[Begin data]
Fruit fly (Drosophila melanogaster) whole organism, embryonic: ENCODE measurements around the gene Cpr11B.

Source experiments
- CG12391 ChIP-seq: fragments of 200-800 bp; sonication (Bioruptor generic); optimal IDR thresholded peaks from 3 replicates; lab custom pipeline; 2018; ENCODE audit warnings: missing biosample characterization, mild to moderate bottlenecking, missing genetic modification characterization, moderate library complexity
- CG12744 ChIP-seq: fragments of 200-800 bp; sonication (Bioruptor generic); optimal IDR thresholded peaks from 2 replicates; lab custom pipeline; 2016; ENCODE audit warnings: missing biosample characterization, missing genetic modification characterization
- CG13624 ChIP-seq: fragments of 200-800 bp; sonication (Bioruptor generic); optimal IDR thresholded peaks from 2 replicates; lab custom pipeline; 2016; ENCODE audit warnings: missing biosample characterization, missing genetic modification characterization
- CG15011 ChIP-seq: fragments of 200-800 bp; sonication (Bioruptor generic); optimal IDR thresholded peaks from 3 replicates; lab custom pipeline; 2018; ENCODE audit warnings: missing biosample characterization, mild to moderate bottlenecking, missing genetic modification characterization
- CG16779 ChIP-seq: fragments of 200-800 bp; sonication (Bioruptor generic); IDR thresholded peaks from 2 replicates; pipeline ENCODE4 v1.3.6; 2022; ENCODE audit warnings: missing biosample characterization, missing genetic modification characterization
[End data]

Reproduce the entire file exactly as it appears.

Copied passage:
Fruit fly (Drosophila melanogaster) whole organism, embryonic: ENCODE measurements around the gene Cpr11B.

Source experiments
- CG12391 ChIP-seq: fragments of 200-800 bp; sonication (Bioruptor generic); optimal IDR thresholded peaks from 3 replicates; lab custom pipeline; 2018; ENCODE audit warnings: missing biosample characterization, mild to moderate bottlenecking, missing genetic modification characterization, moderate library complexity
- CG12744 ChIP-seq: fragments of 200-800 bp; sonication (Bioruptor generic); optimal IDR thresholded peaks from 2 replicates; lab custom pipeline; 2016; ENCODE audit warnings: missing biosample characterization, missing genetic modification characterization
- CG13624 ChIP-seq: fragments of 200-800 bp; sonication (Bioruptor generic); optimal IDR thresholded peaks from 2 replicates; lab custom pipeline; 2016; ENCODE audit warnings: missing biosample characterization, missing genetic modification characterization
- CG15011 ChIP-seq: fragments of 200-800 bp; sonication (Bioruptor generic); optimal IDR thresholded peaks from 3 replicates; lab custom pipeline; 2018; ENCODE audit warnings: missing biosample characterization, mild to moderate bottlenecking, missing genetic modification characterization
- CG16779 ChIP-seq: fragments of 200-800 bp; sonication (Bioruptor generic); IDR thresholded peaks from 2 replicates; pipeline ENCODE4 v1.3.6; 2022; ENCODE audit warnings: missing biosample characterization, missing genetic modification characterization